Public Law sponsored by DG Legal
Rakesh Singh, Public Law Project
Anna described Rakesh as a superb public lawyer who advances cases and makes those around him better. Much praise was given for his sustained work for Medical Justice on the Home Office’s ‘removal window’ policy. The policy meant that people were removed without notice and without the opportunity to access a lawyer.
Rakesh told Anna: ‘Access to justice isn’t something that is meaningless, it’s not an abstract concept. It can mean that people are protected from serious harm. It’s important and it’s important that it’s protected.’
Housing law sponsored by One Pump Court
Kathleen Cosgrove, Greater Manchester Law Centre
Kathleen leads the housing team at the Law Centre and focuses on asylum support work and homelessness gatekeeping. Described by previous LALY winner, Siobhan Taylor-Ward, on Twitter as ‘the absolute guerrilla housing queen’, Kathleen played an instrumental part in the landmark QBB case last year, halting Home Office plans to evict 4,000 migrants during the pandemic.
Another former LALY winner, James Stark, described Kathleen as ‘an outstanding housing lawyer’ who in 20 years of practice has acted for the most vulnerable, often in everyday cases on the duty scheme as well as the more high-profile cases like QBB.
Criminal defence sponsored by Doughty Street Chambers
Suzanne O’Connell, Tuckers Solicitors
Head of the Tuckers branch in Leighton, Suzanne is known for her youth work and the strong links she has built within the Somali community. The sister of one of her clients says: ‘She treats her clients with such tender care, I cannot praise her enough.’ Suzanne has been at the forefront of challenging the police use of grime music videos as evidence of links to gangs or drugs.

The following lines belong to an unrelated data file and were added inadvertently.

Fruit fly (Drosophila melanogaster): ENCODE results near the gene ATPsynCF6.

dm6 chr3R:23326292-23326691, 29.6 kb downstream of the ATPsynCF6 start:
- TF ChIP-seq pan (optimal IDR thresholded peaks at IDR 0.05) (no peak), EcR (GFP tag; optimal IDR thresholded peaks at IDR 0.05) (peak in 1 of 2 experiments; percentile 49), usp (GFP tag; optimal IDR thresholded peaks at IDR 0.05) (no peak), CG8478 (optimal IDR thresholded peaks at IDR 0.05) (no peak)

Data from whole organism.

Suzanne told Anna: ‘The youth justice system is under enormous pressure … unfortunately it is falling apart … and we are just dealing with children.’
Legal aid firm/not-for-profit agency sponsored by The Law Society
Founded in 2018, Nottingham-based MJC Law has established a reputation for its community care, mental health and Court of Protection work. The three founders, Conor Maguire, Kate Jackson and Lauren Crow, are described collectively as trailblazers and inspirational role models.
Regional legal aid firm/not-for-profit agency sponsored by The Legal Education Foundation
Law Centre Northern Ireland
Accepting the award, director Ursula O’Hare said the Law Centre’s secrets are ‘great tenacity and creativity and an unwavering commitment to the law being available for everybody no matter what’. Asked what the award means, Ursula replied: ‘It is such an honour and a tribute to the Law Centre’s work over 40 years.’
Outstanding achievement sponsored by Matrix Chambers
Adam Hundt (Deighton Pierce Glynn) and Alex Goodman (Landmark Chambers)
For the first time in LALY history, the outstanding achievement award went to a solicitor and a barrister, Adam Hundt and Alex Goodman. Anna, describing the award as ‘the highest accolade the LALY judges can give’ said the duo worked together ‘doggedly’ to systematically challenge the Home Office’s no recourse to public funds policy, which had left many in destitution.
The pair’s most recent win in the High Court (in April of this year) was for a five-year-old British boy and his Zimbabwean-born mother, who had been unable to work during the pandemic. She said: ‘I hope that other children will not have to grow up in poverty like my child had to at times simply because his mum is not British.’
Mary Evans, speaking on video, said: ‘You fought my case as if I was the only client you had. You told me all would be well; indeed, it was well.’ Caz Hattam of The Unity Project said: ‘You show so much respect and care for the people that you work with.’ Adam and Alex are worthy winners – it is certainly an outstanding achievement to have been instrumental in changing the conditions of tens of thousands of people who previously had no recourse to public funds.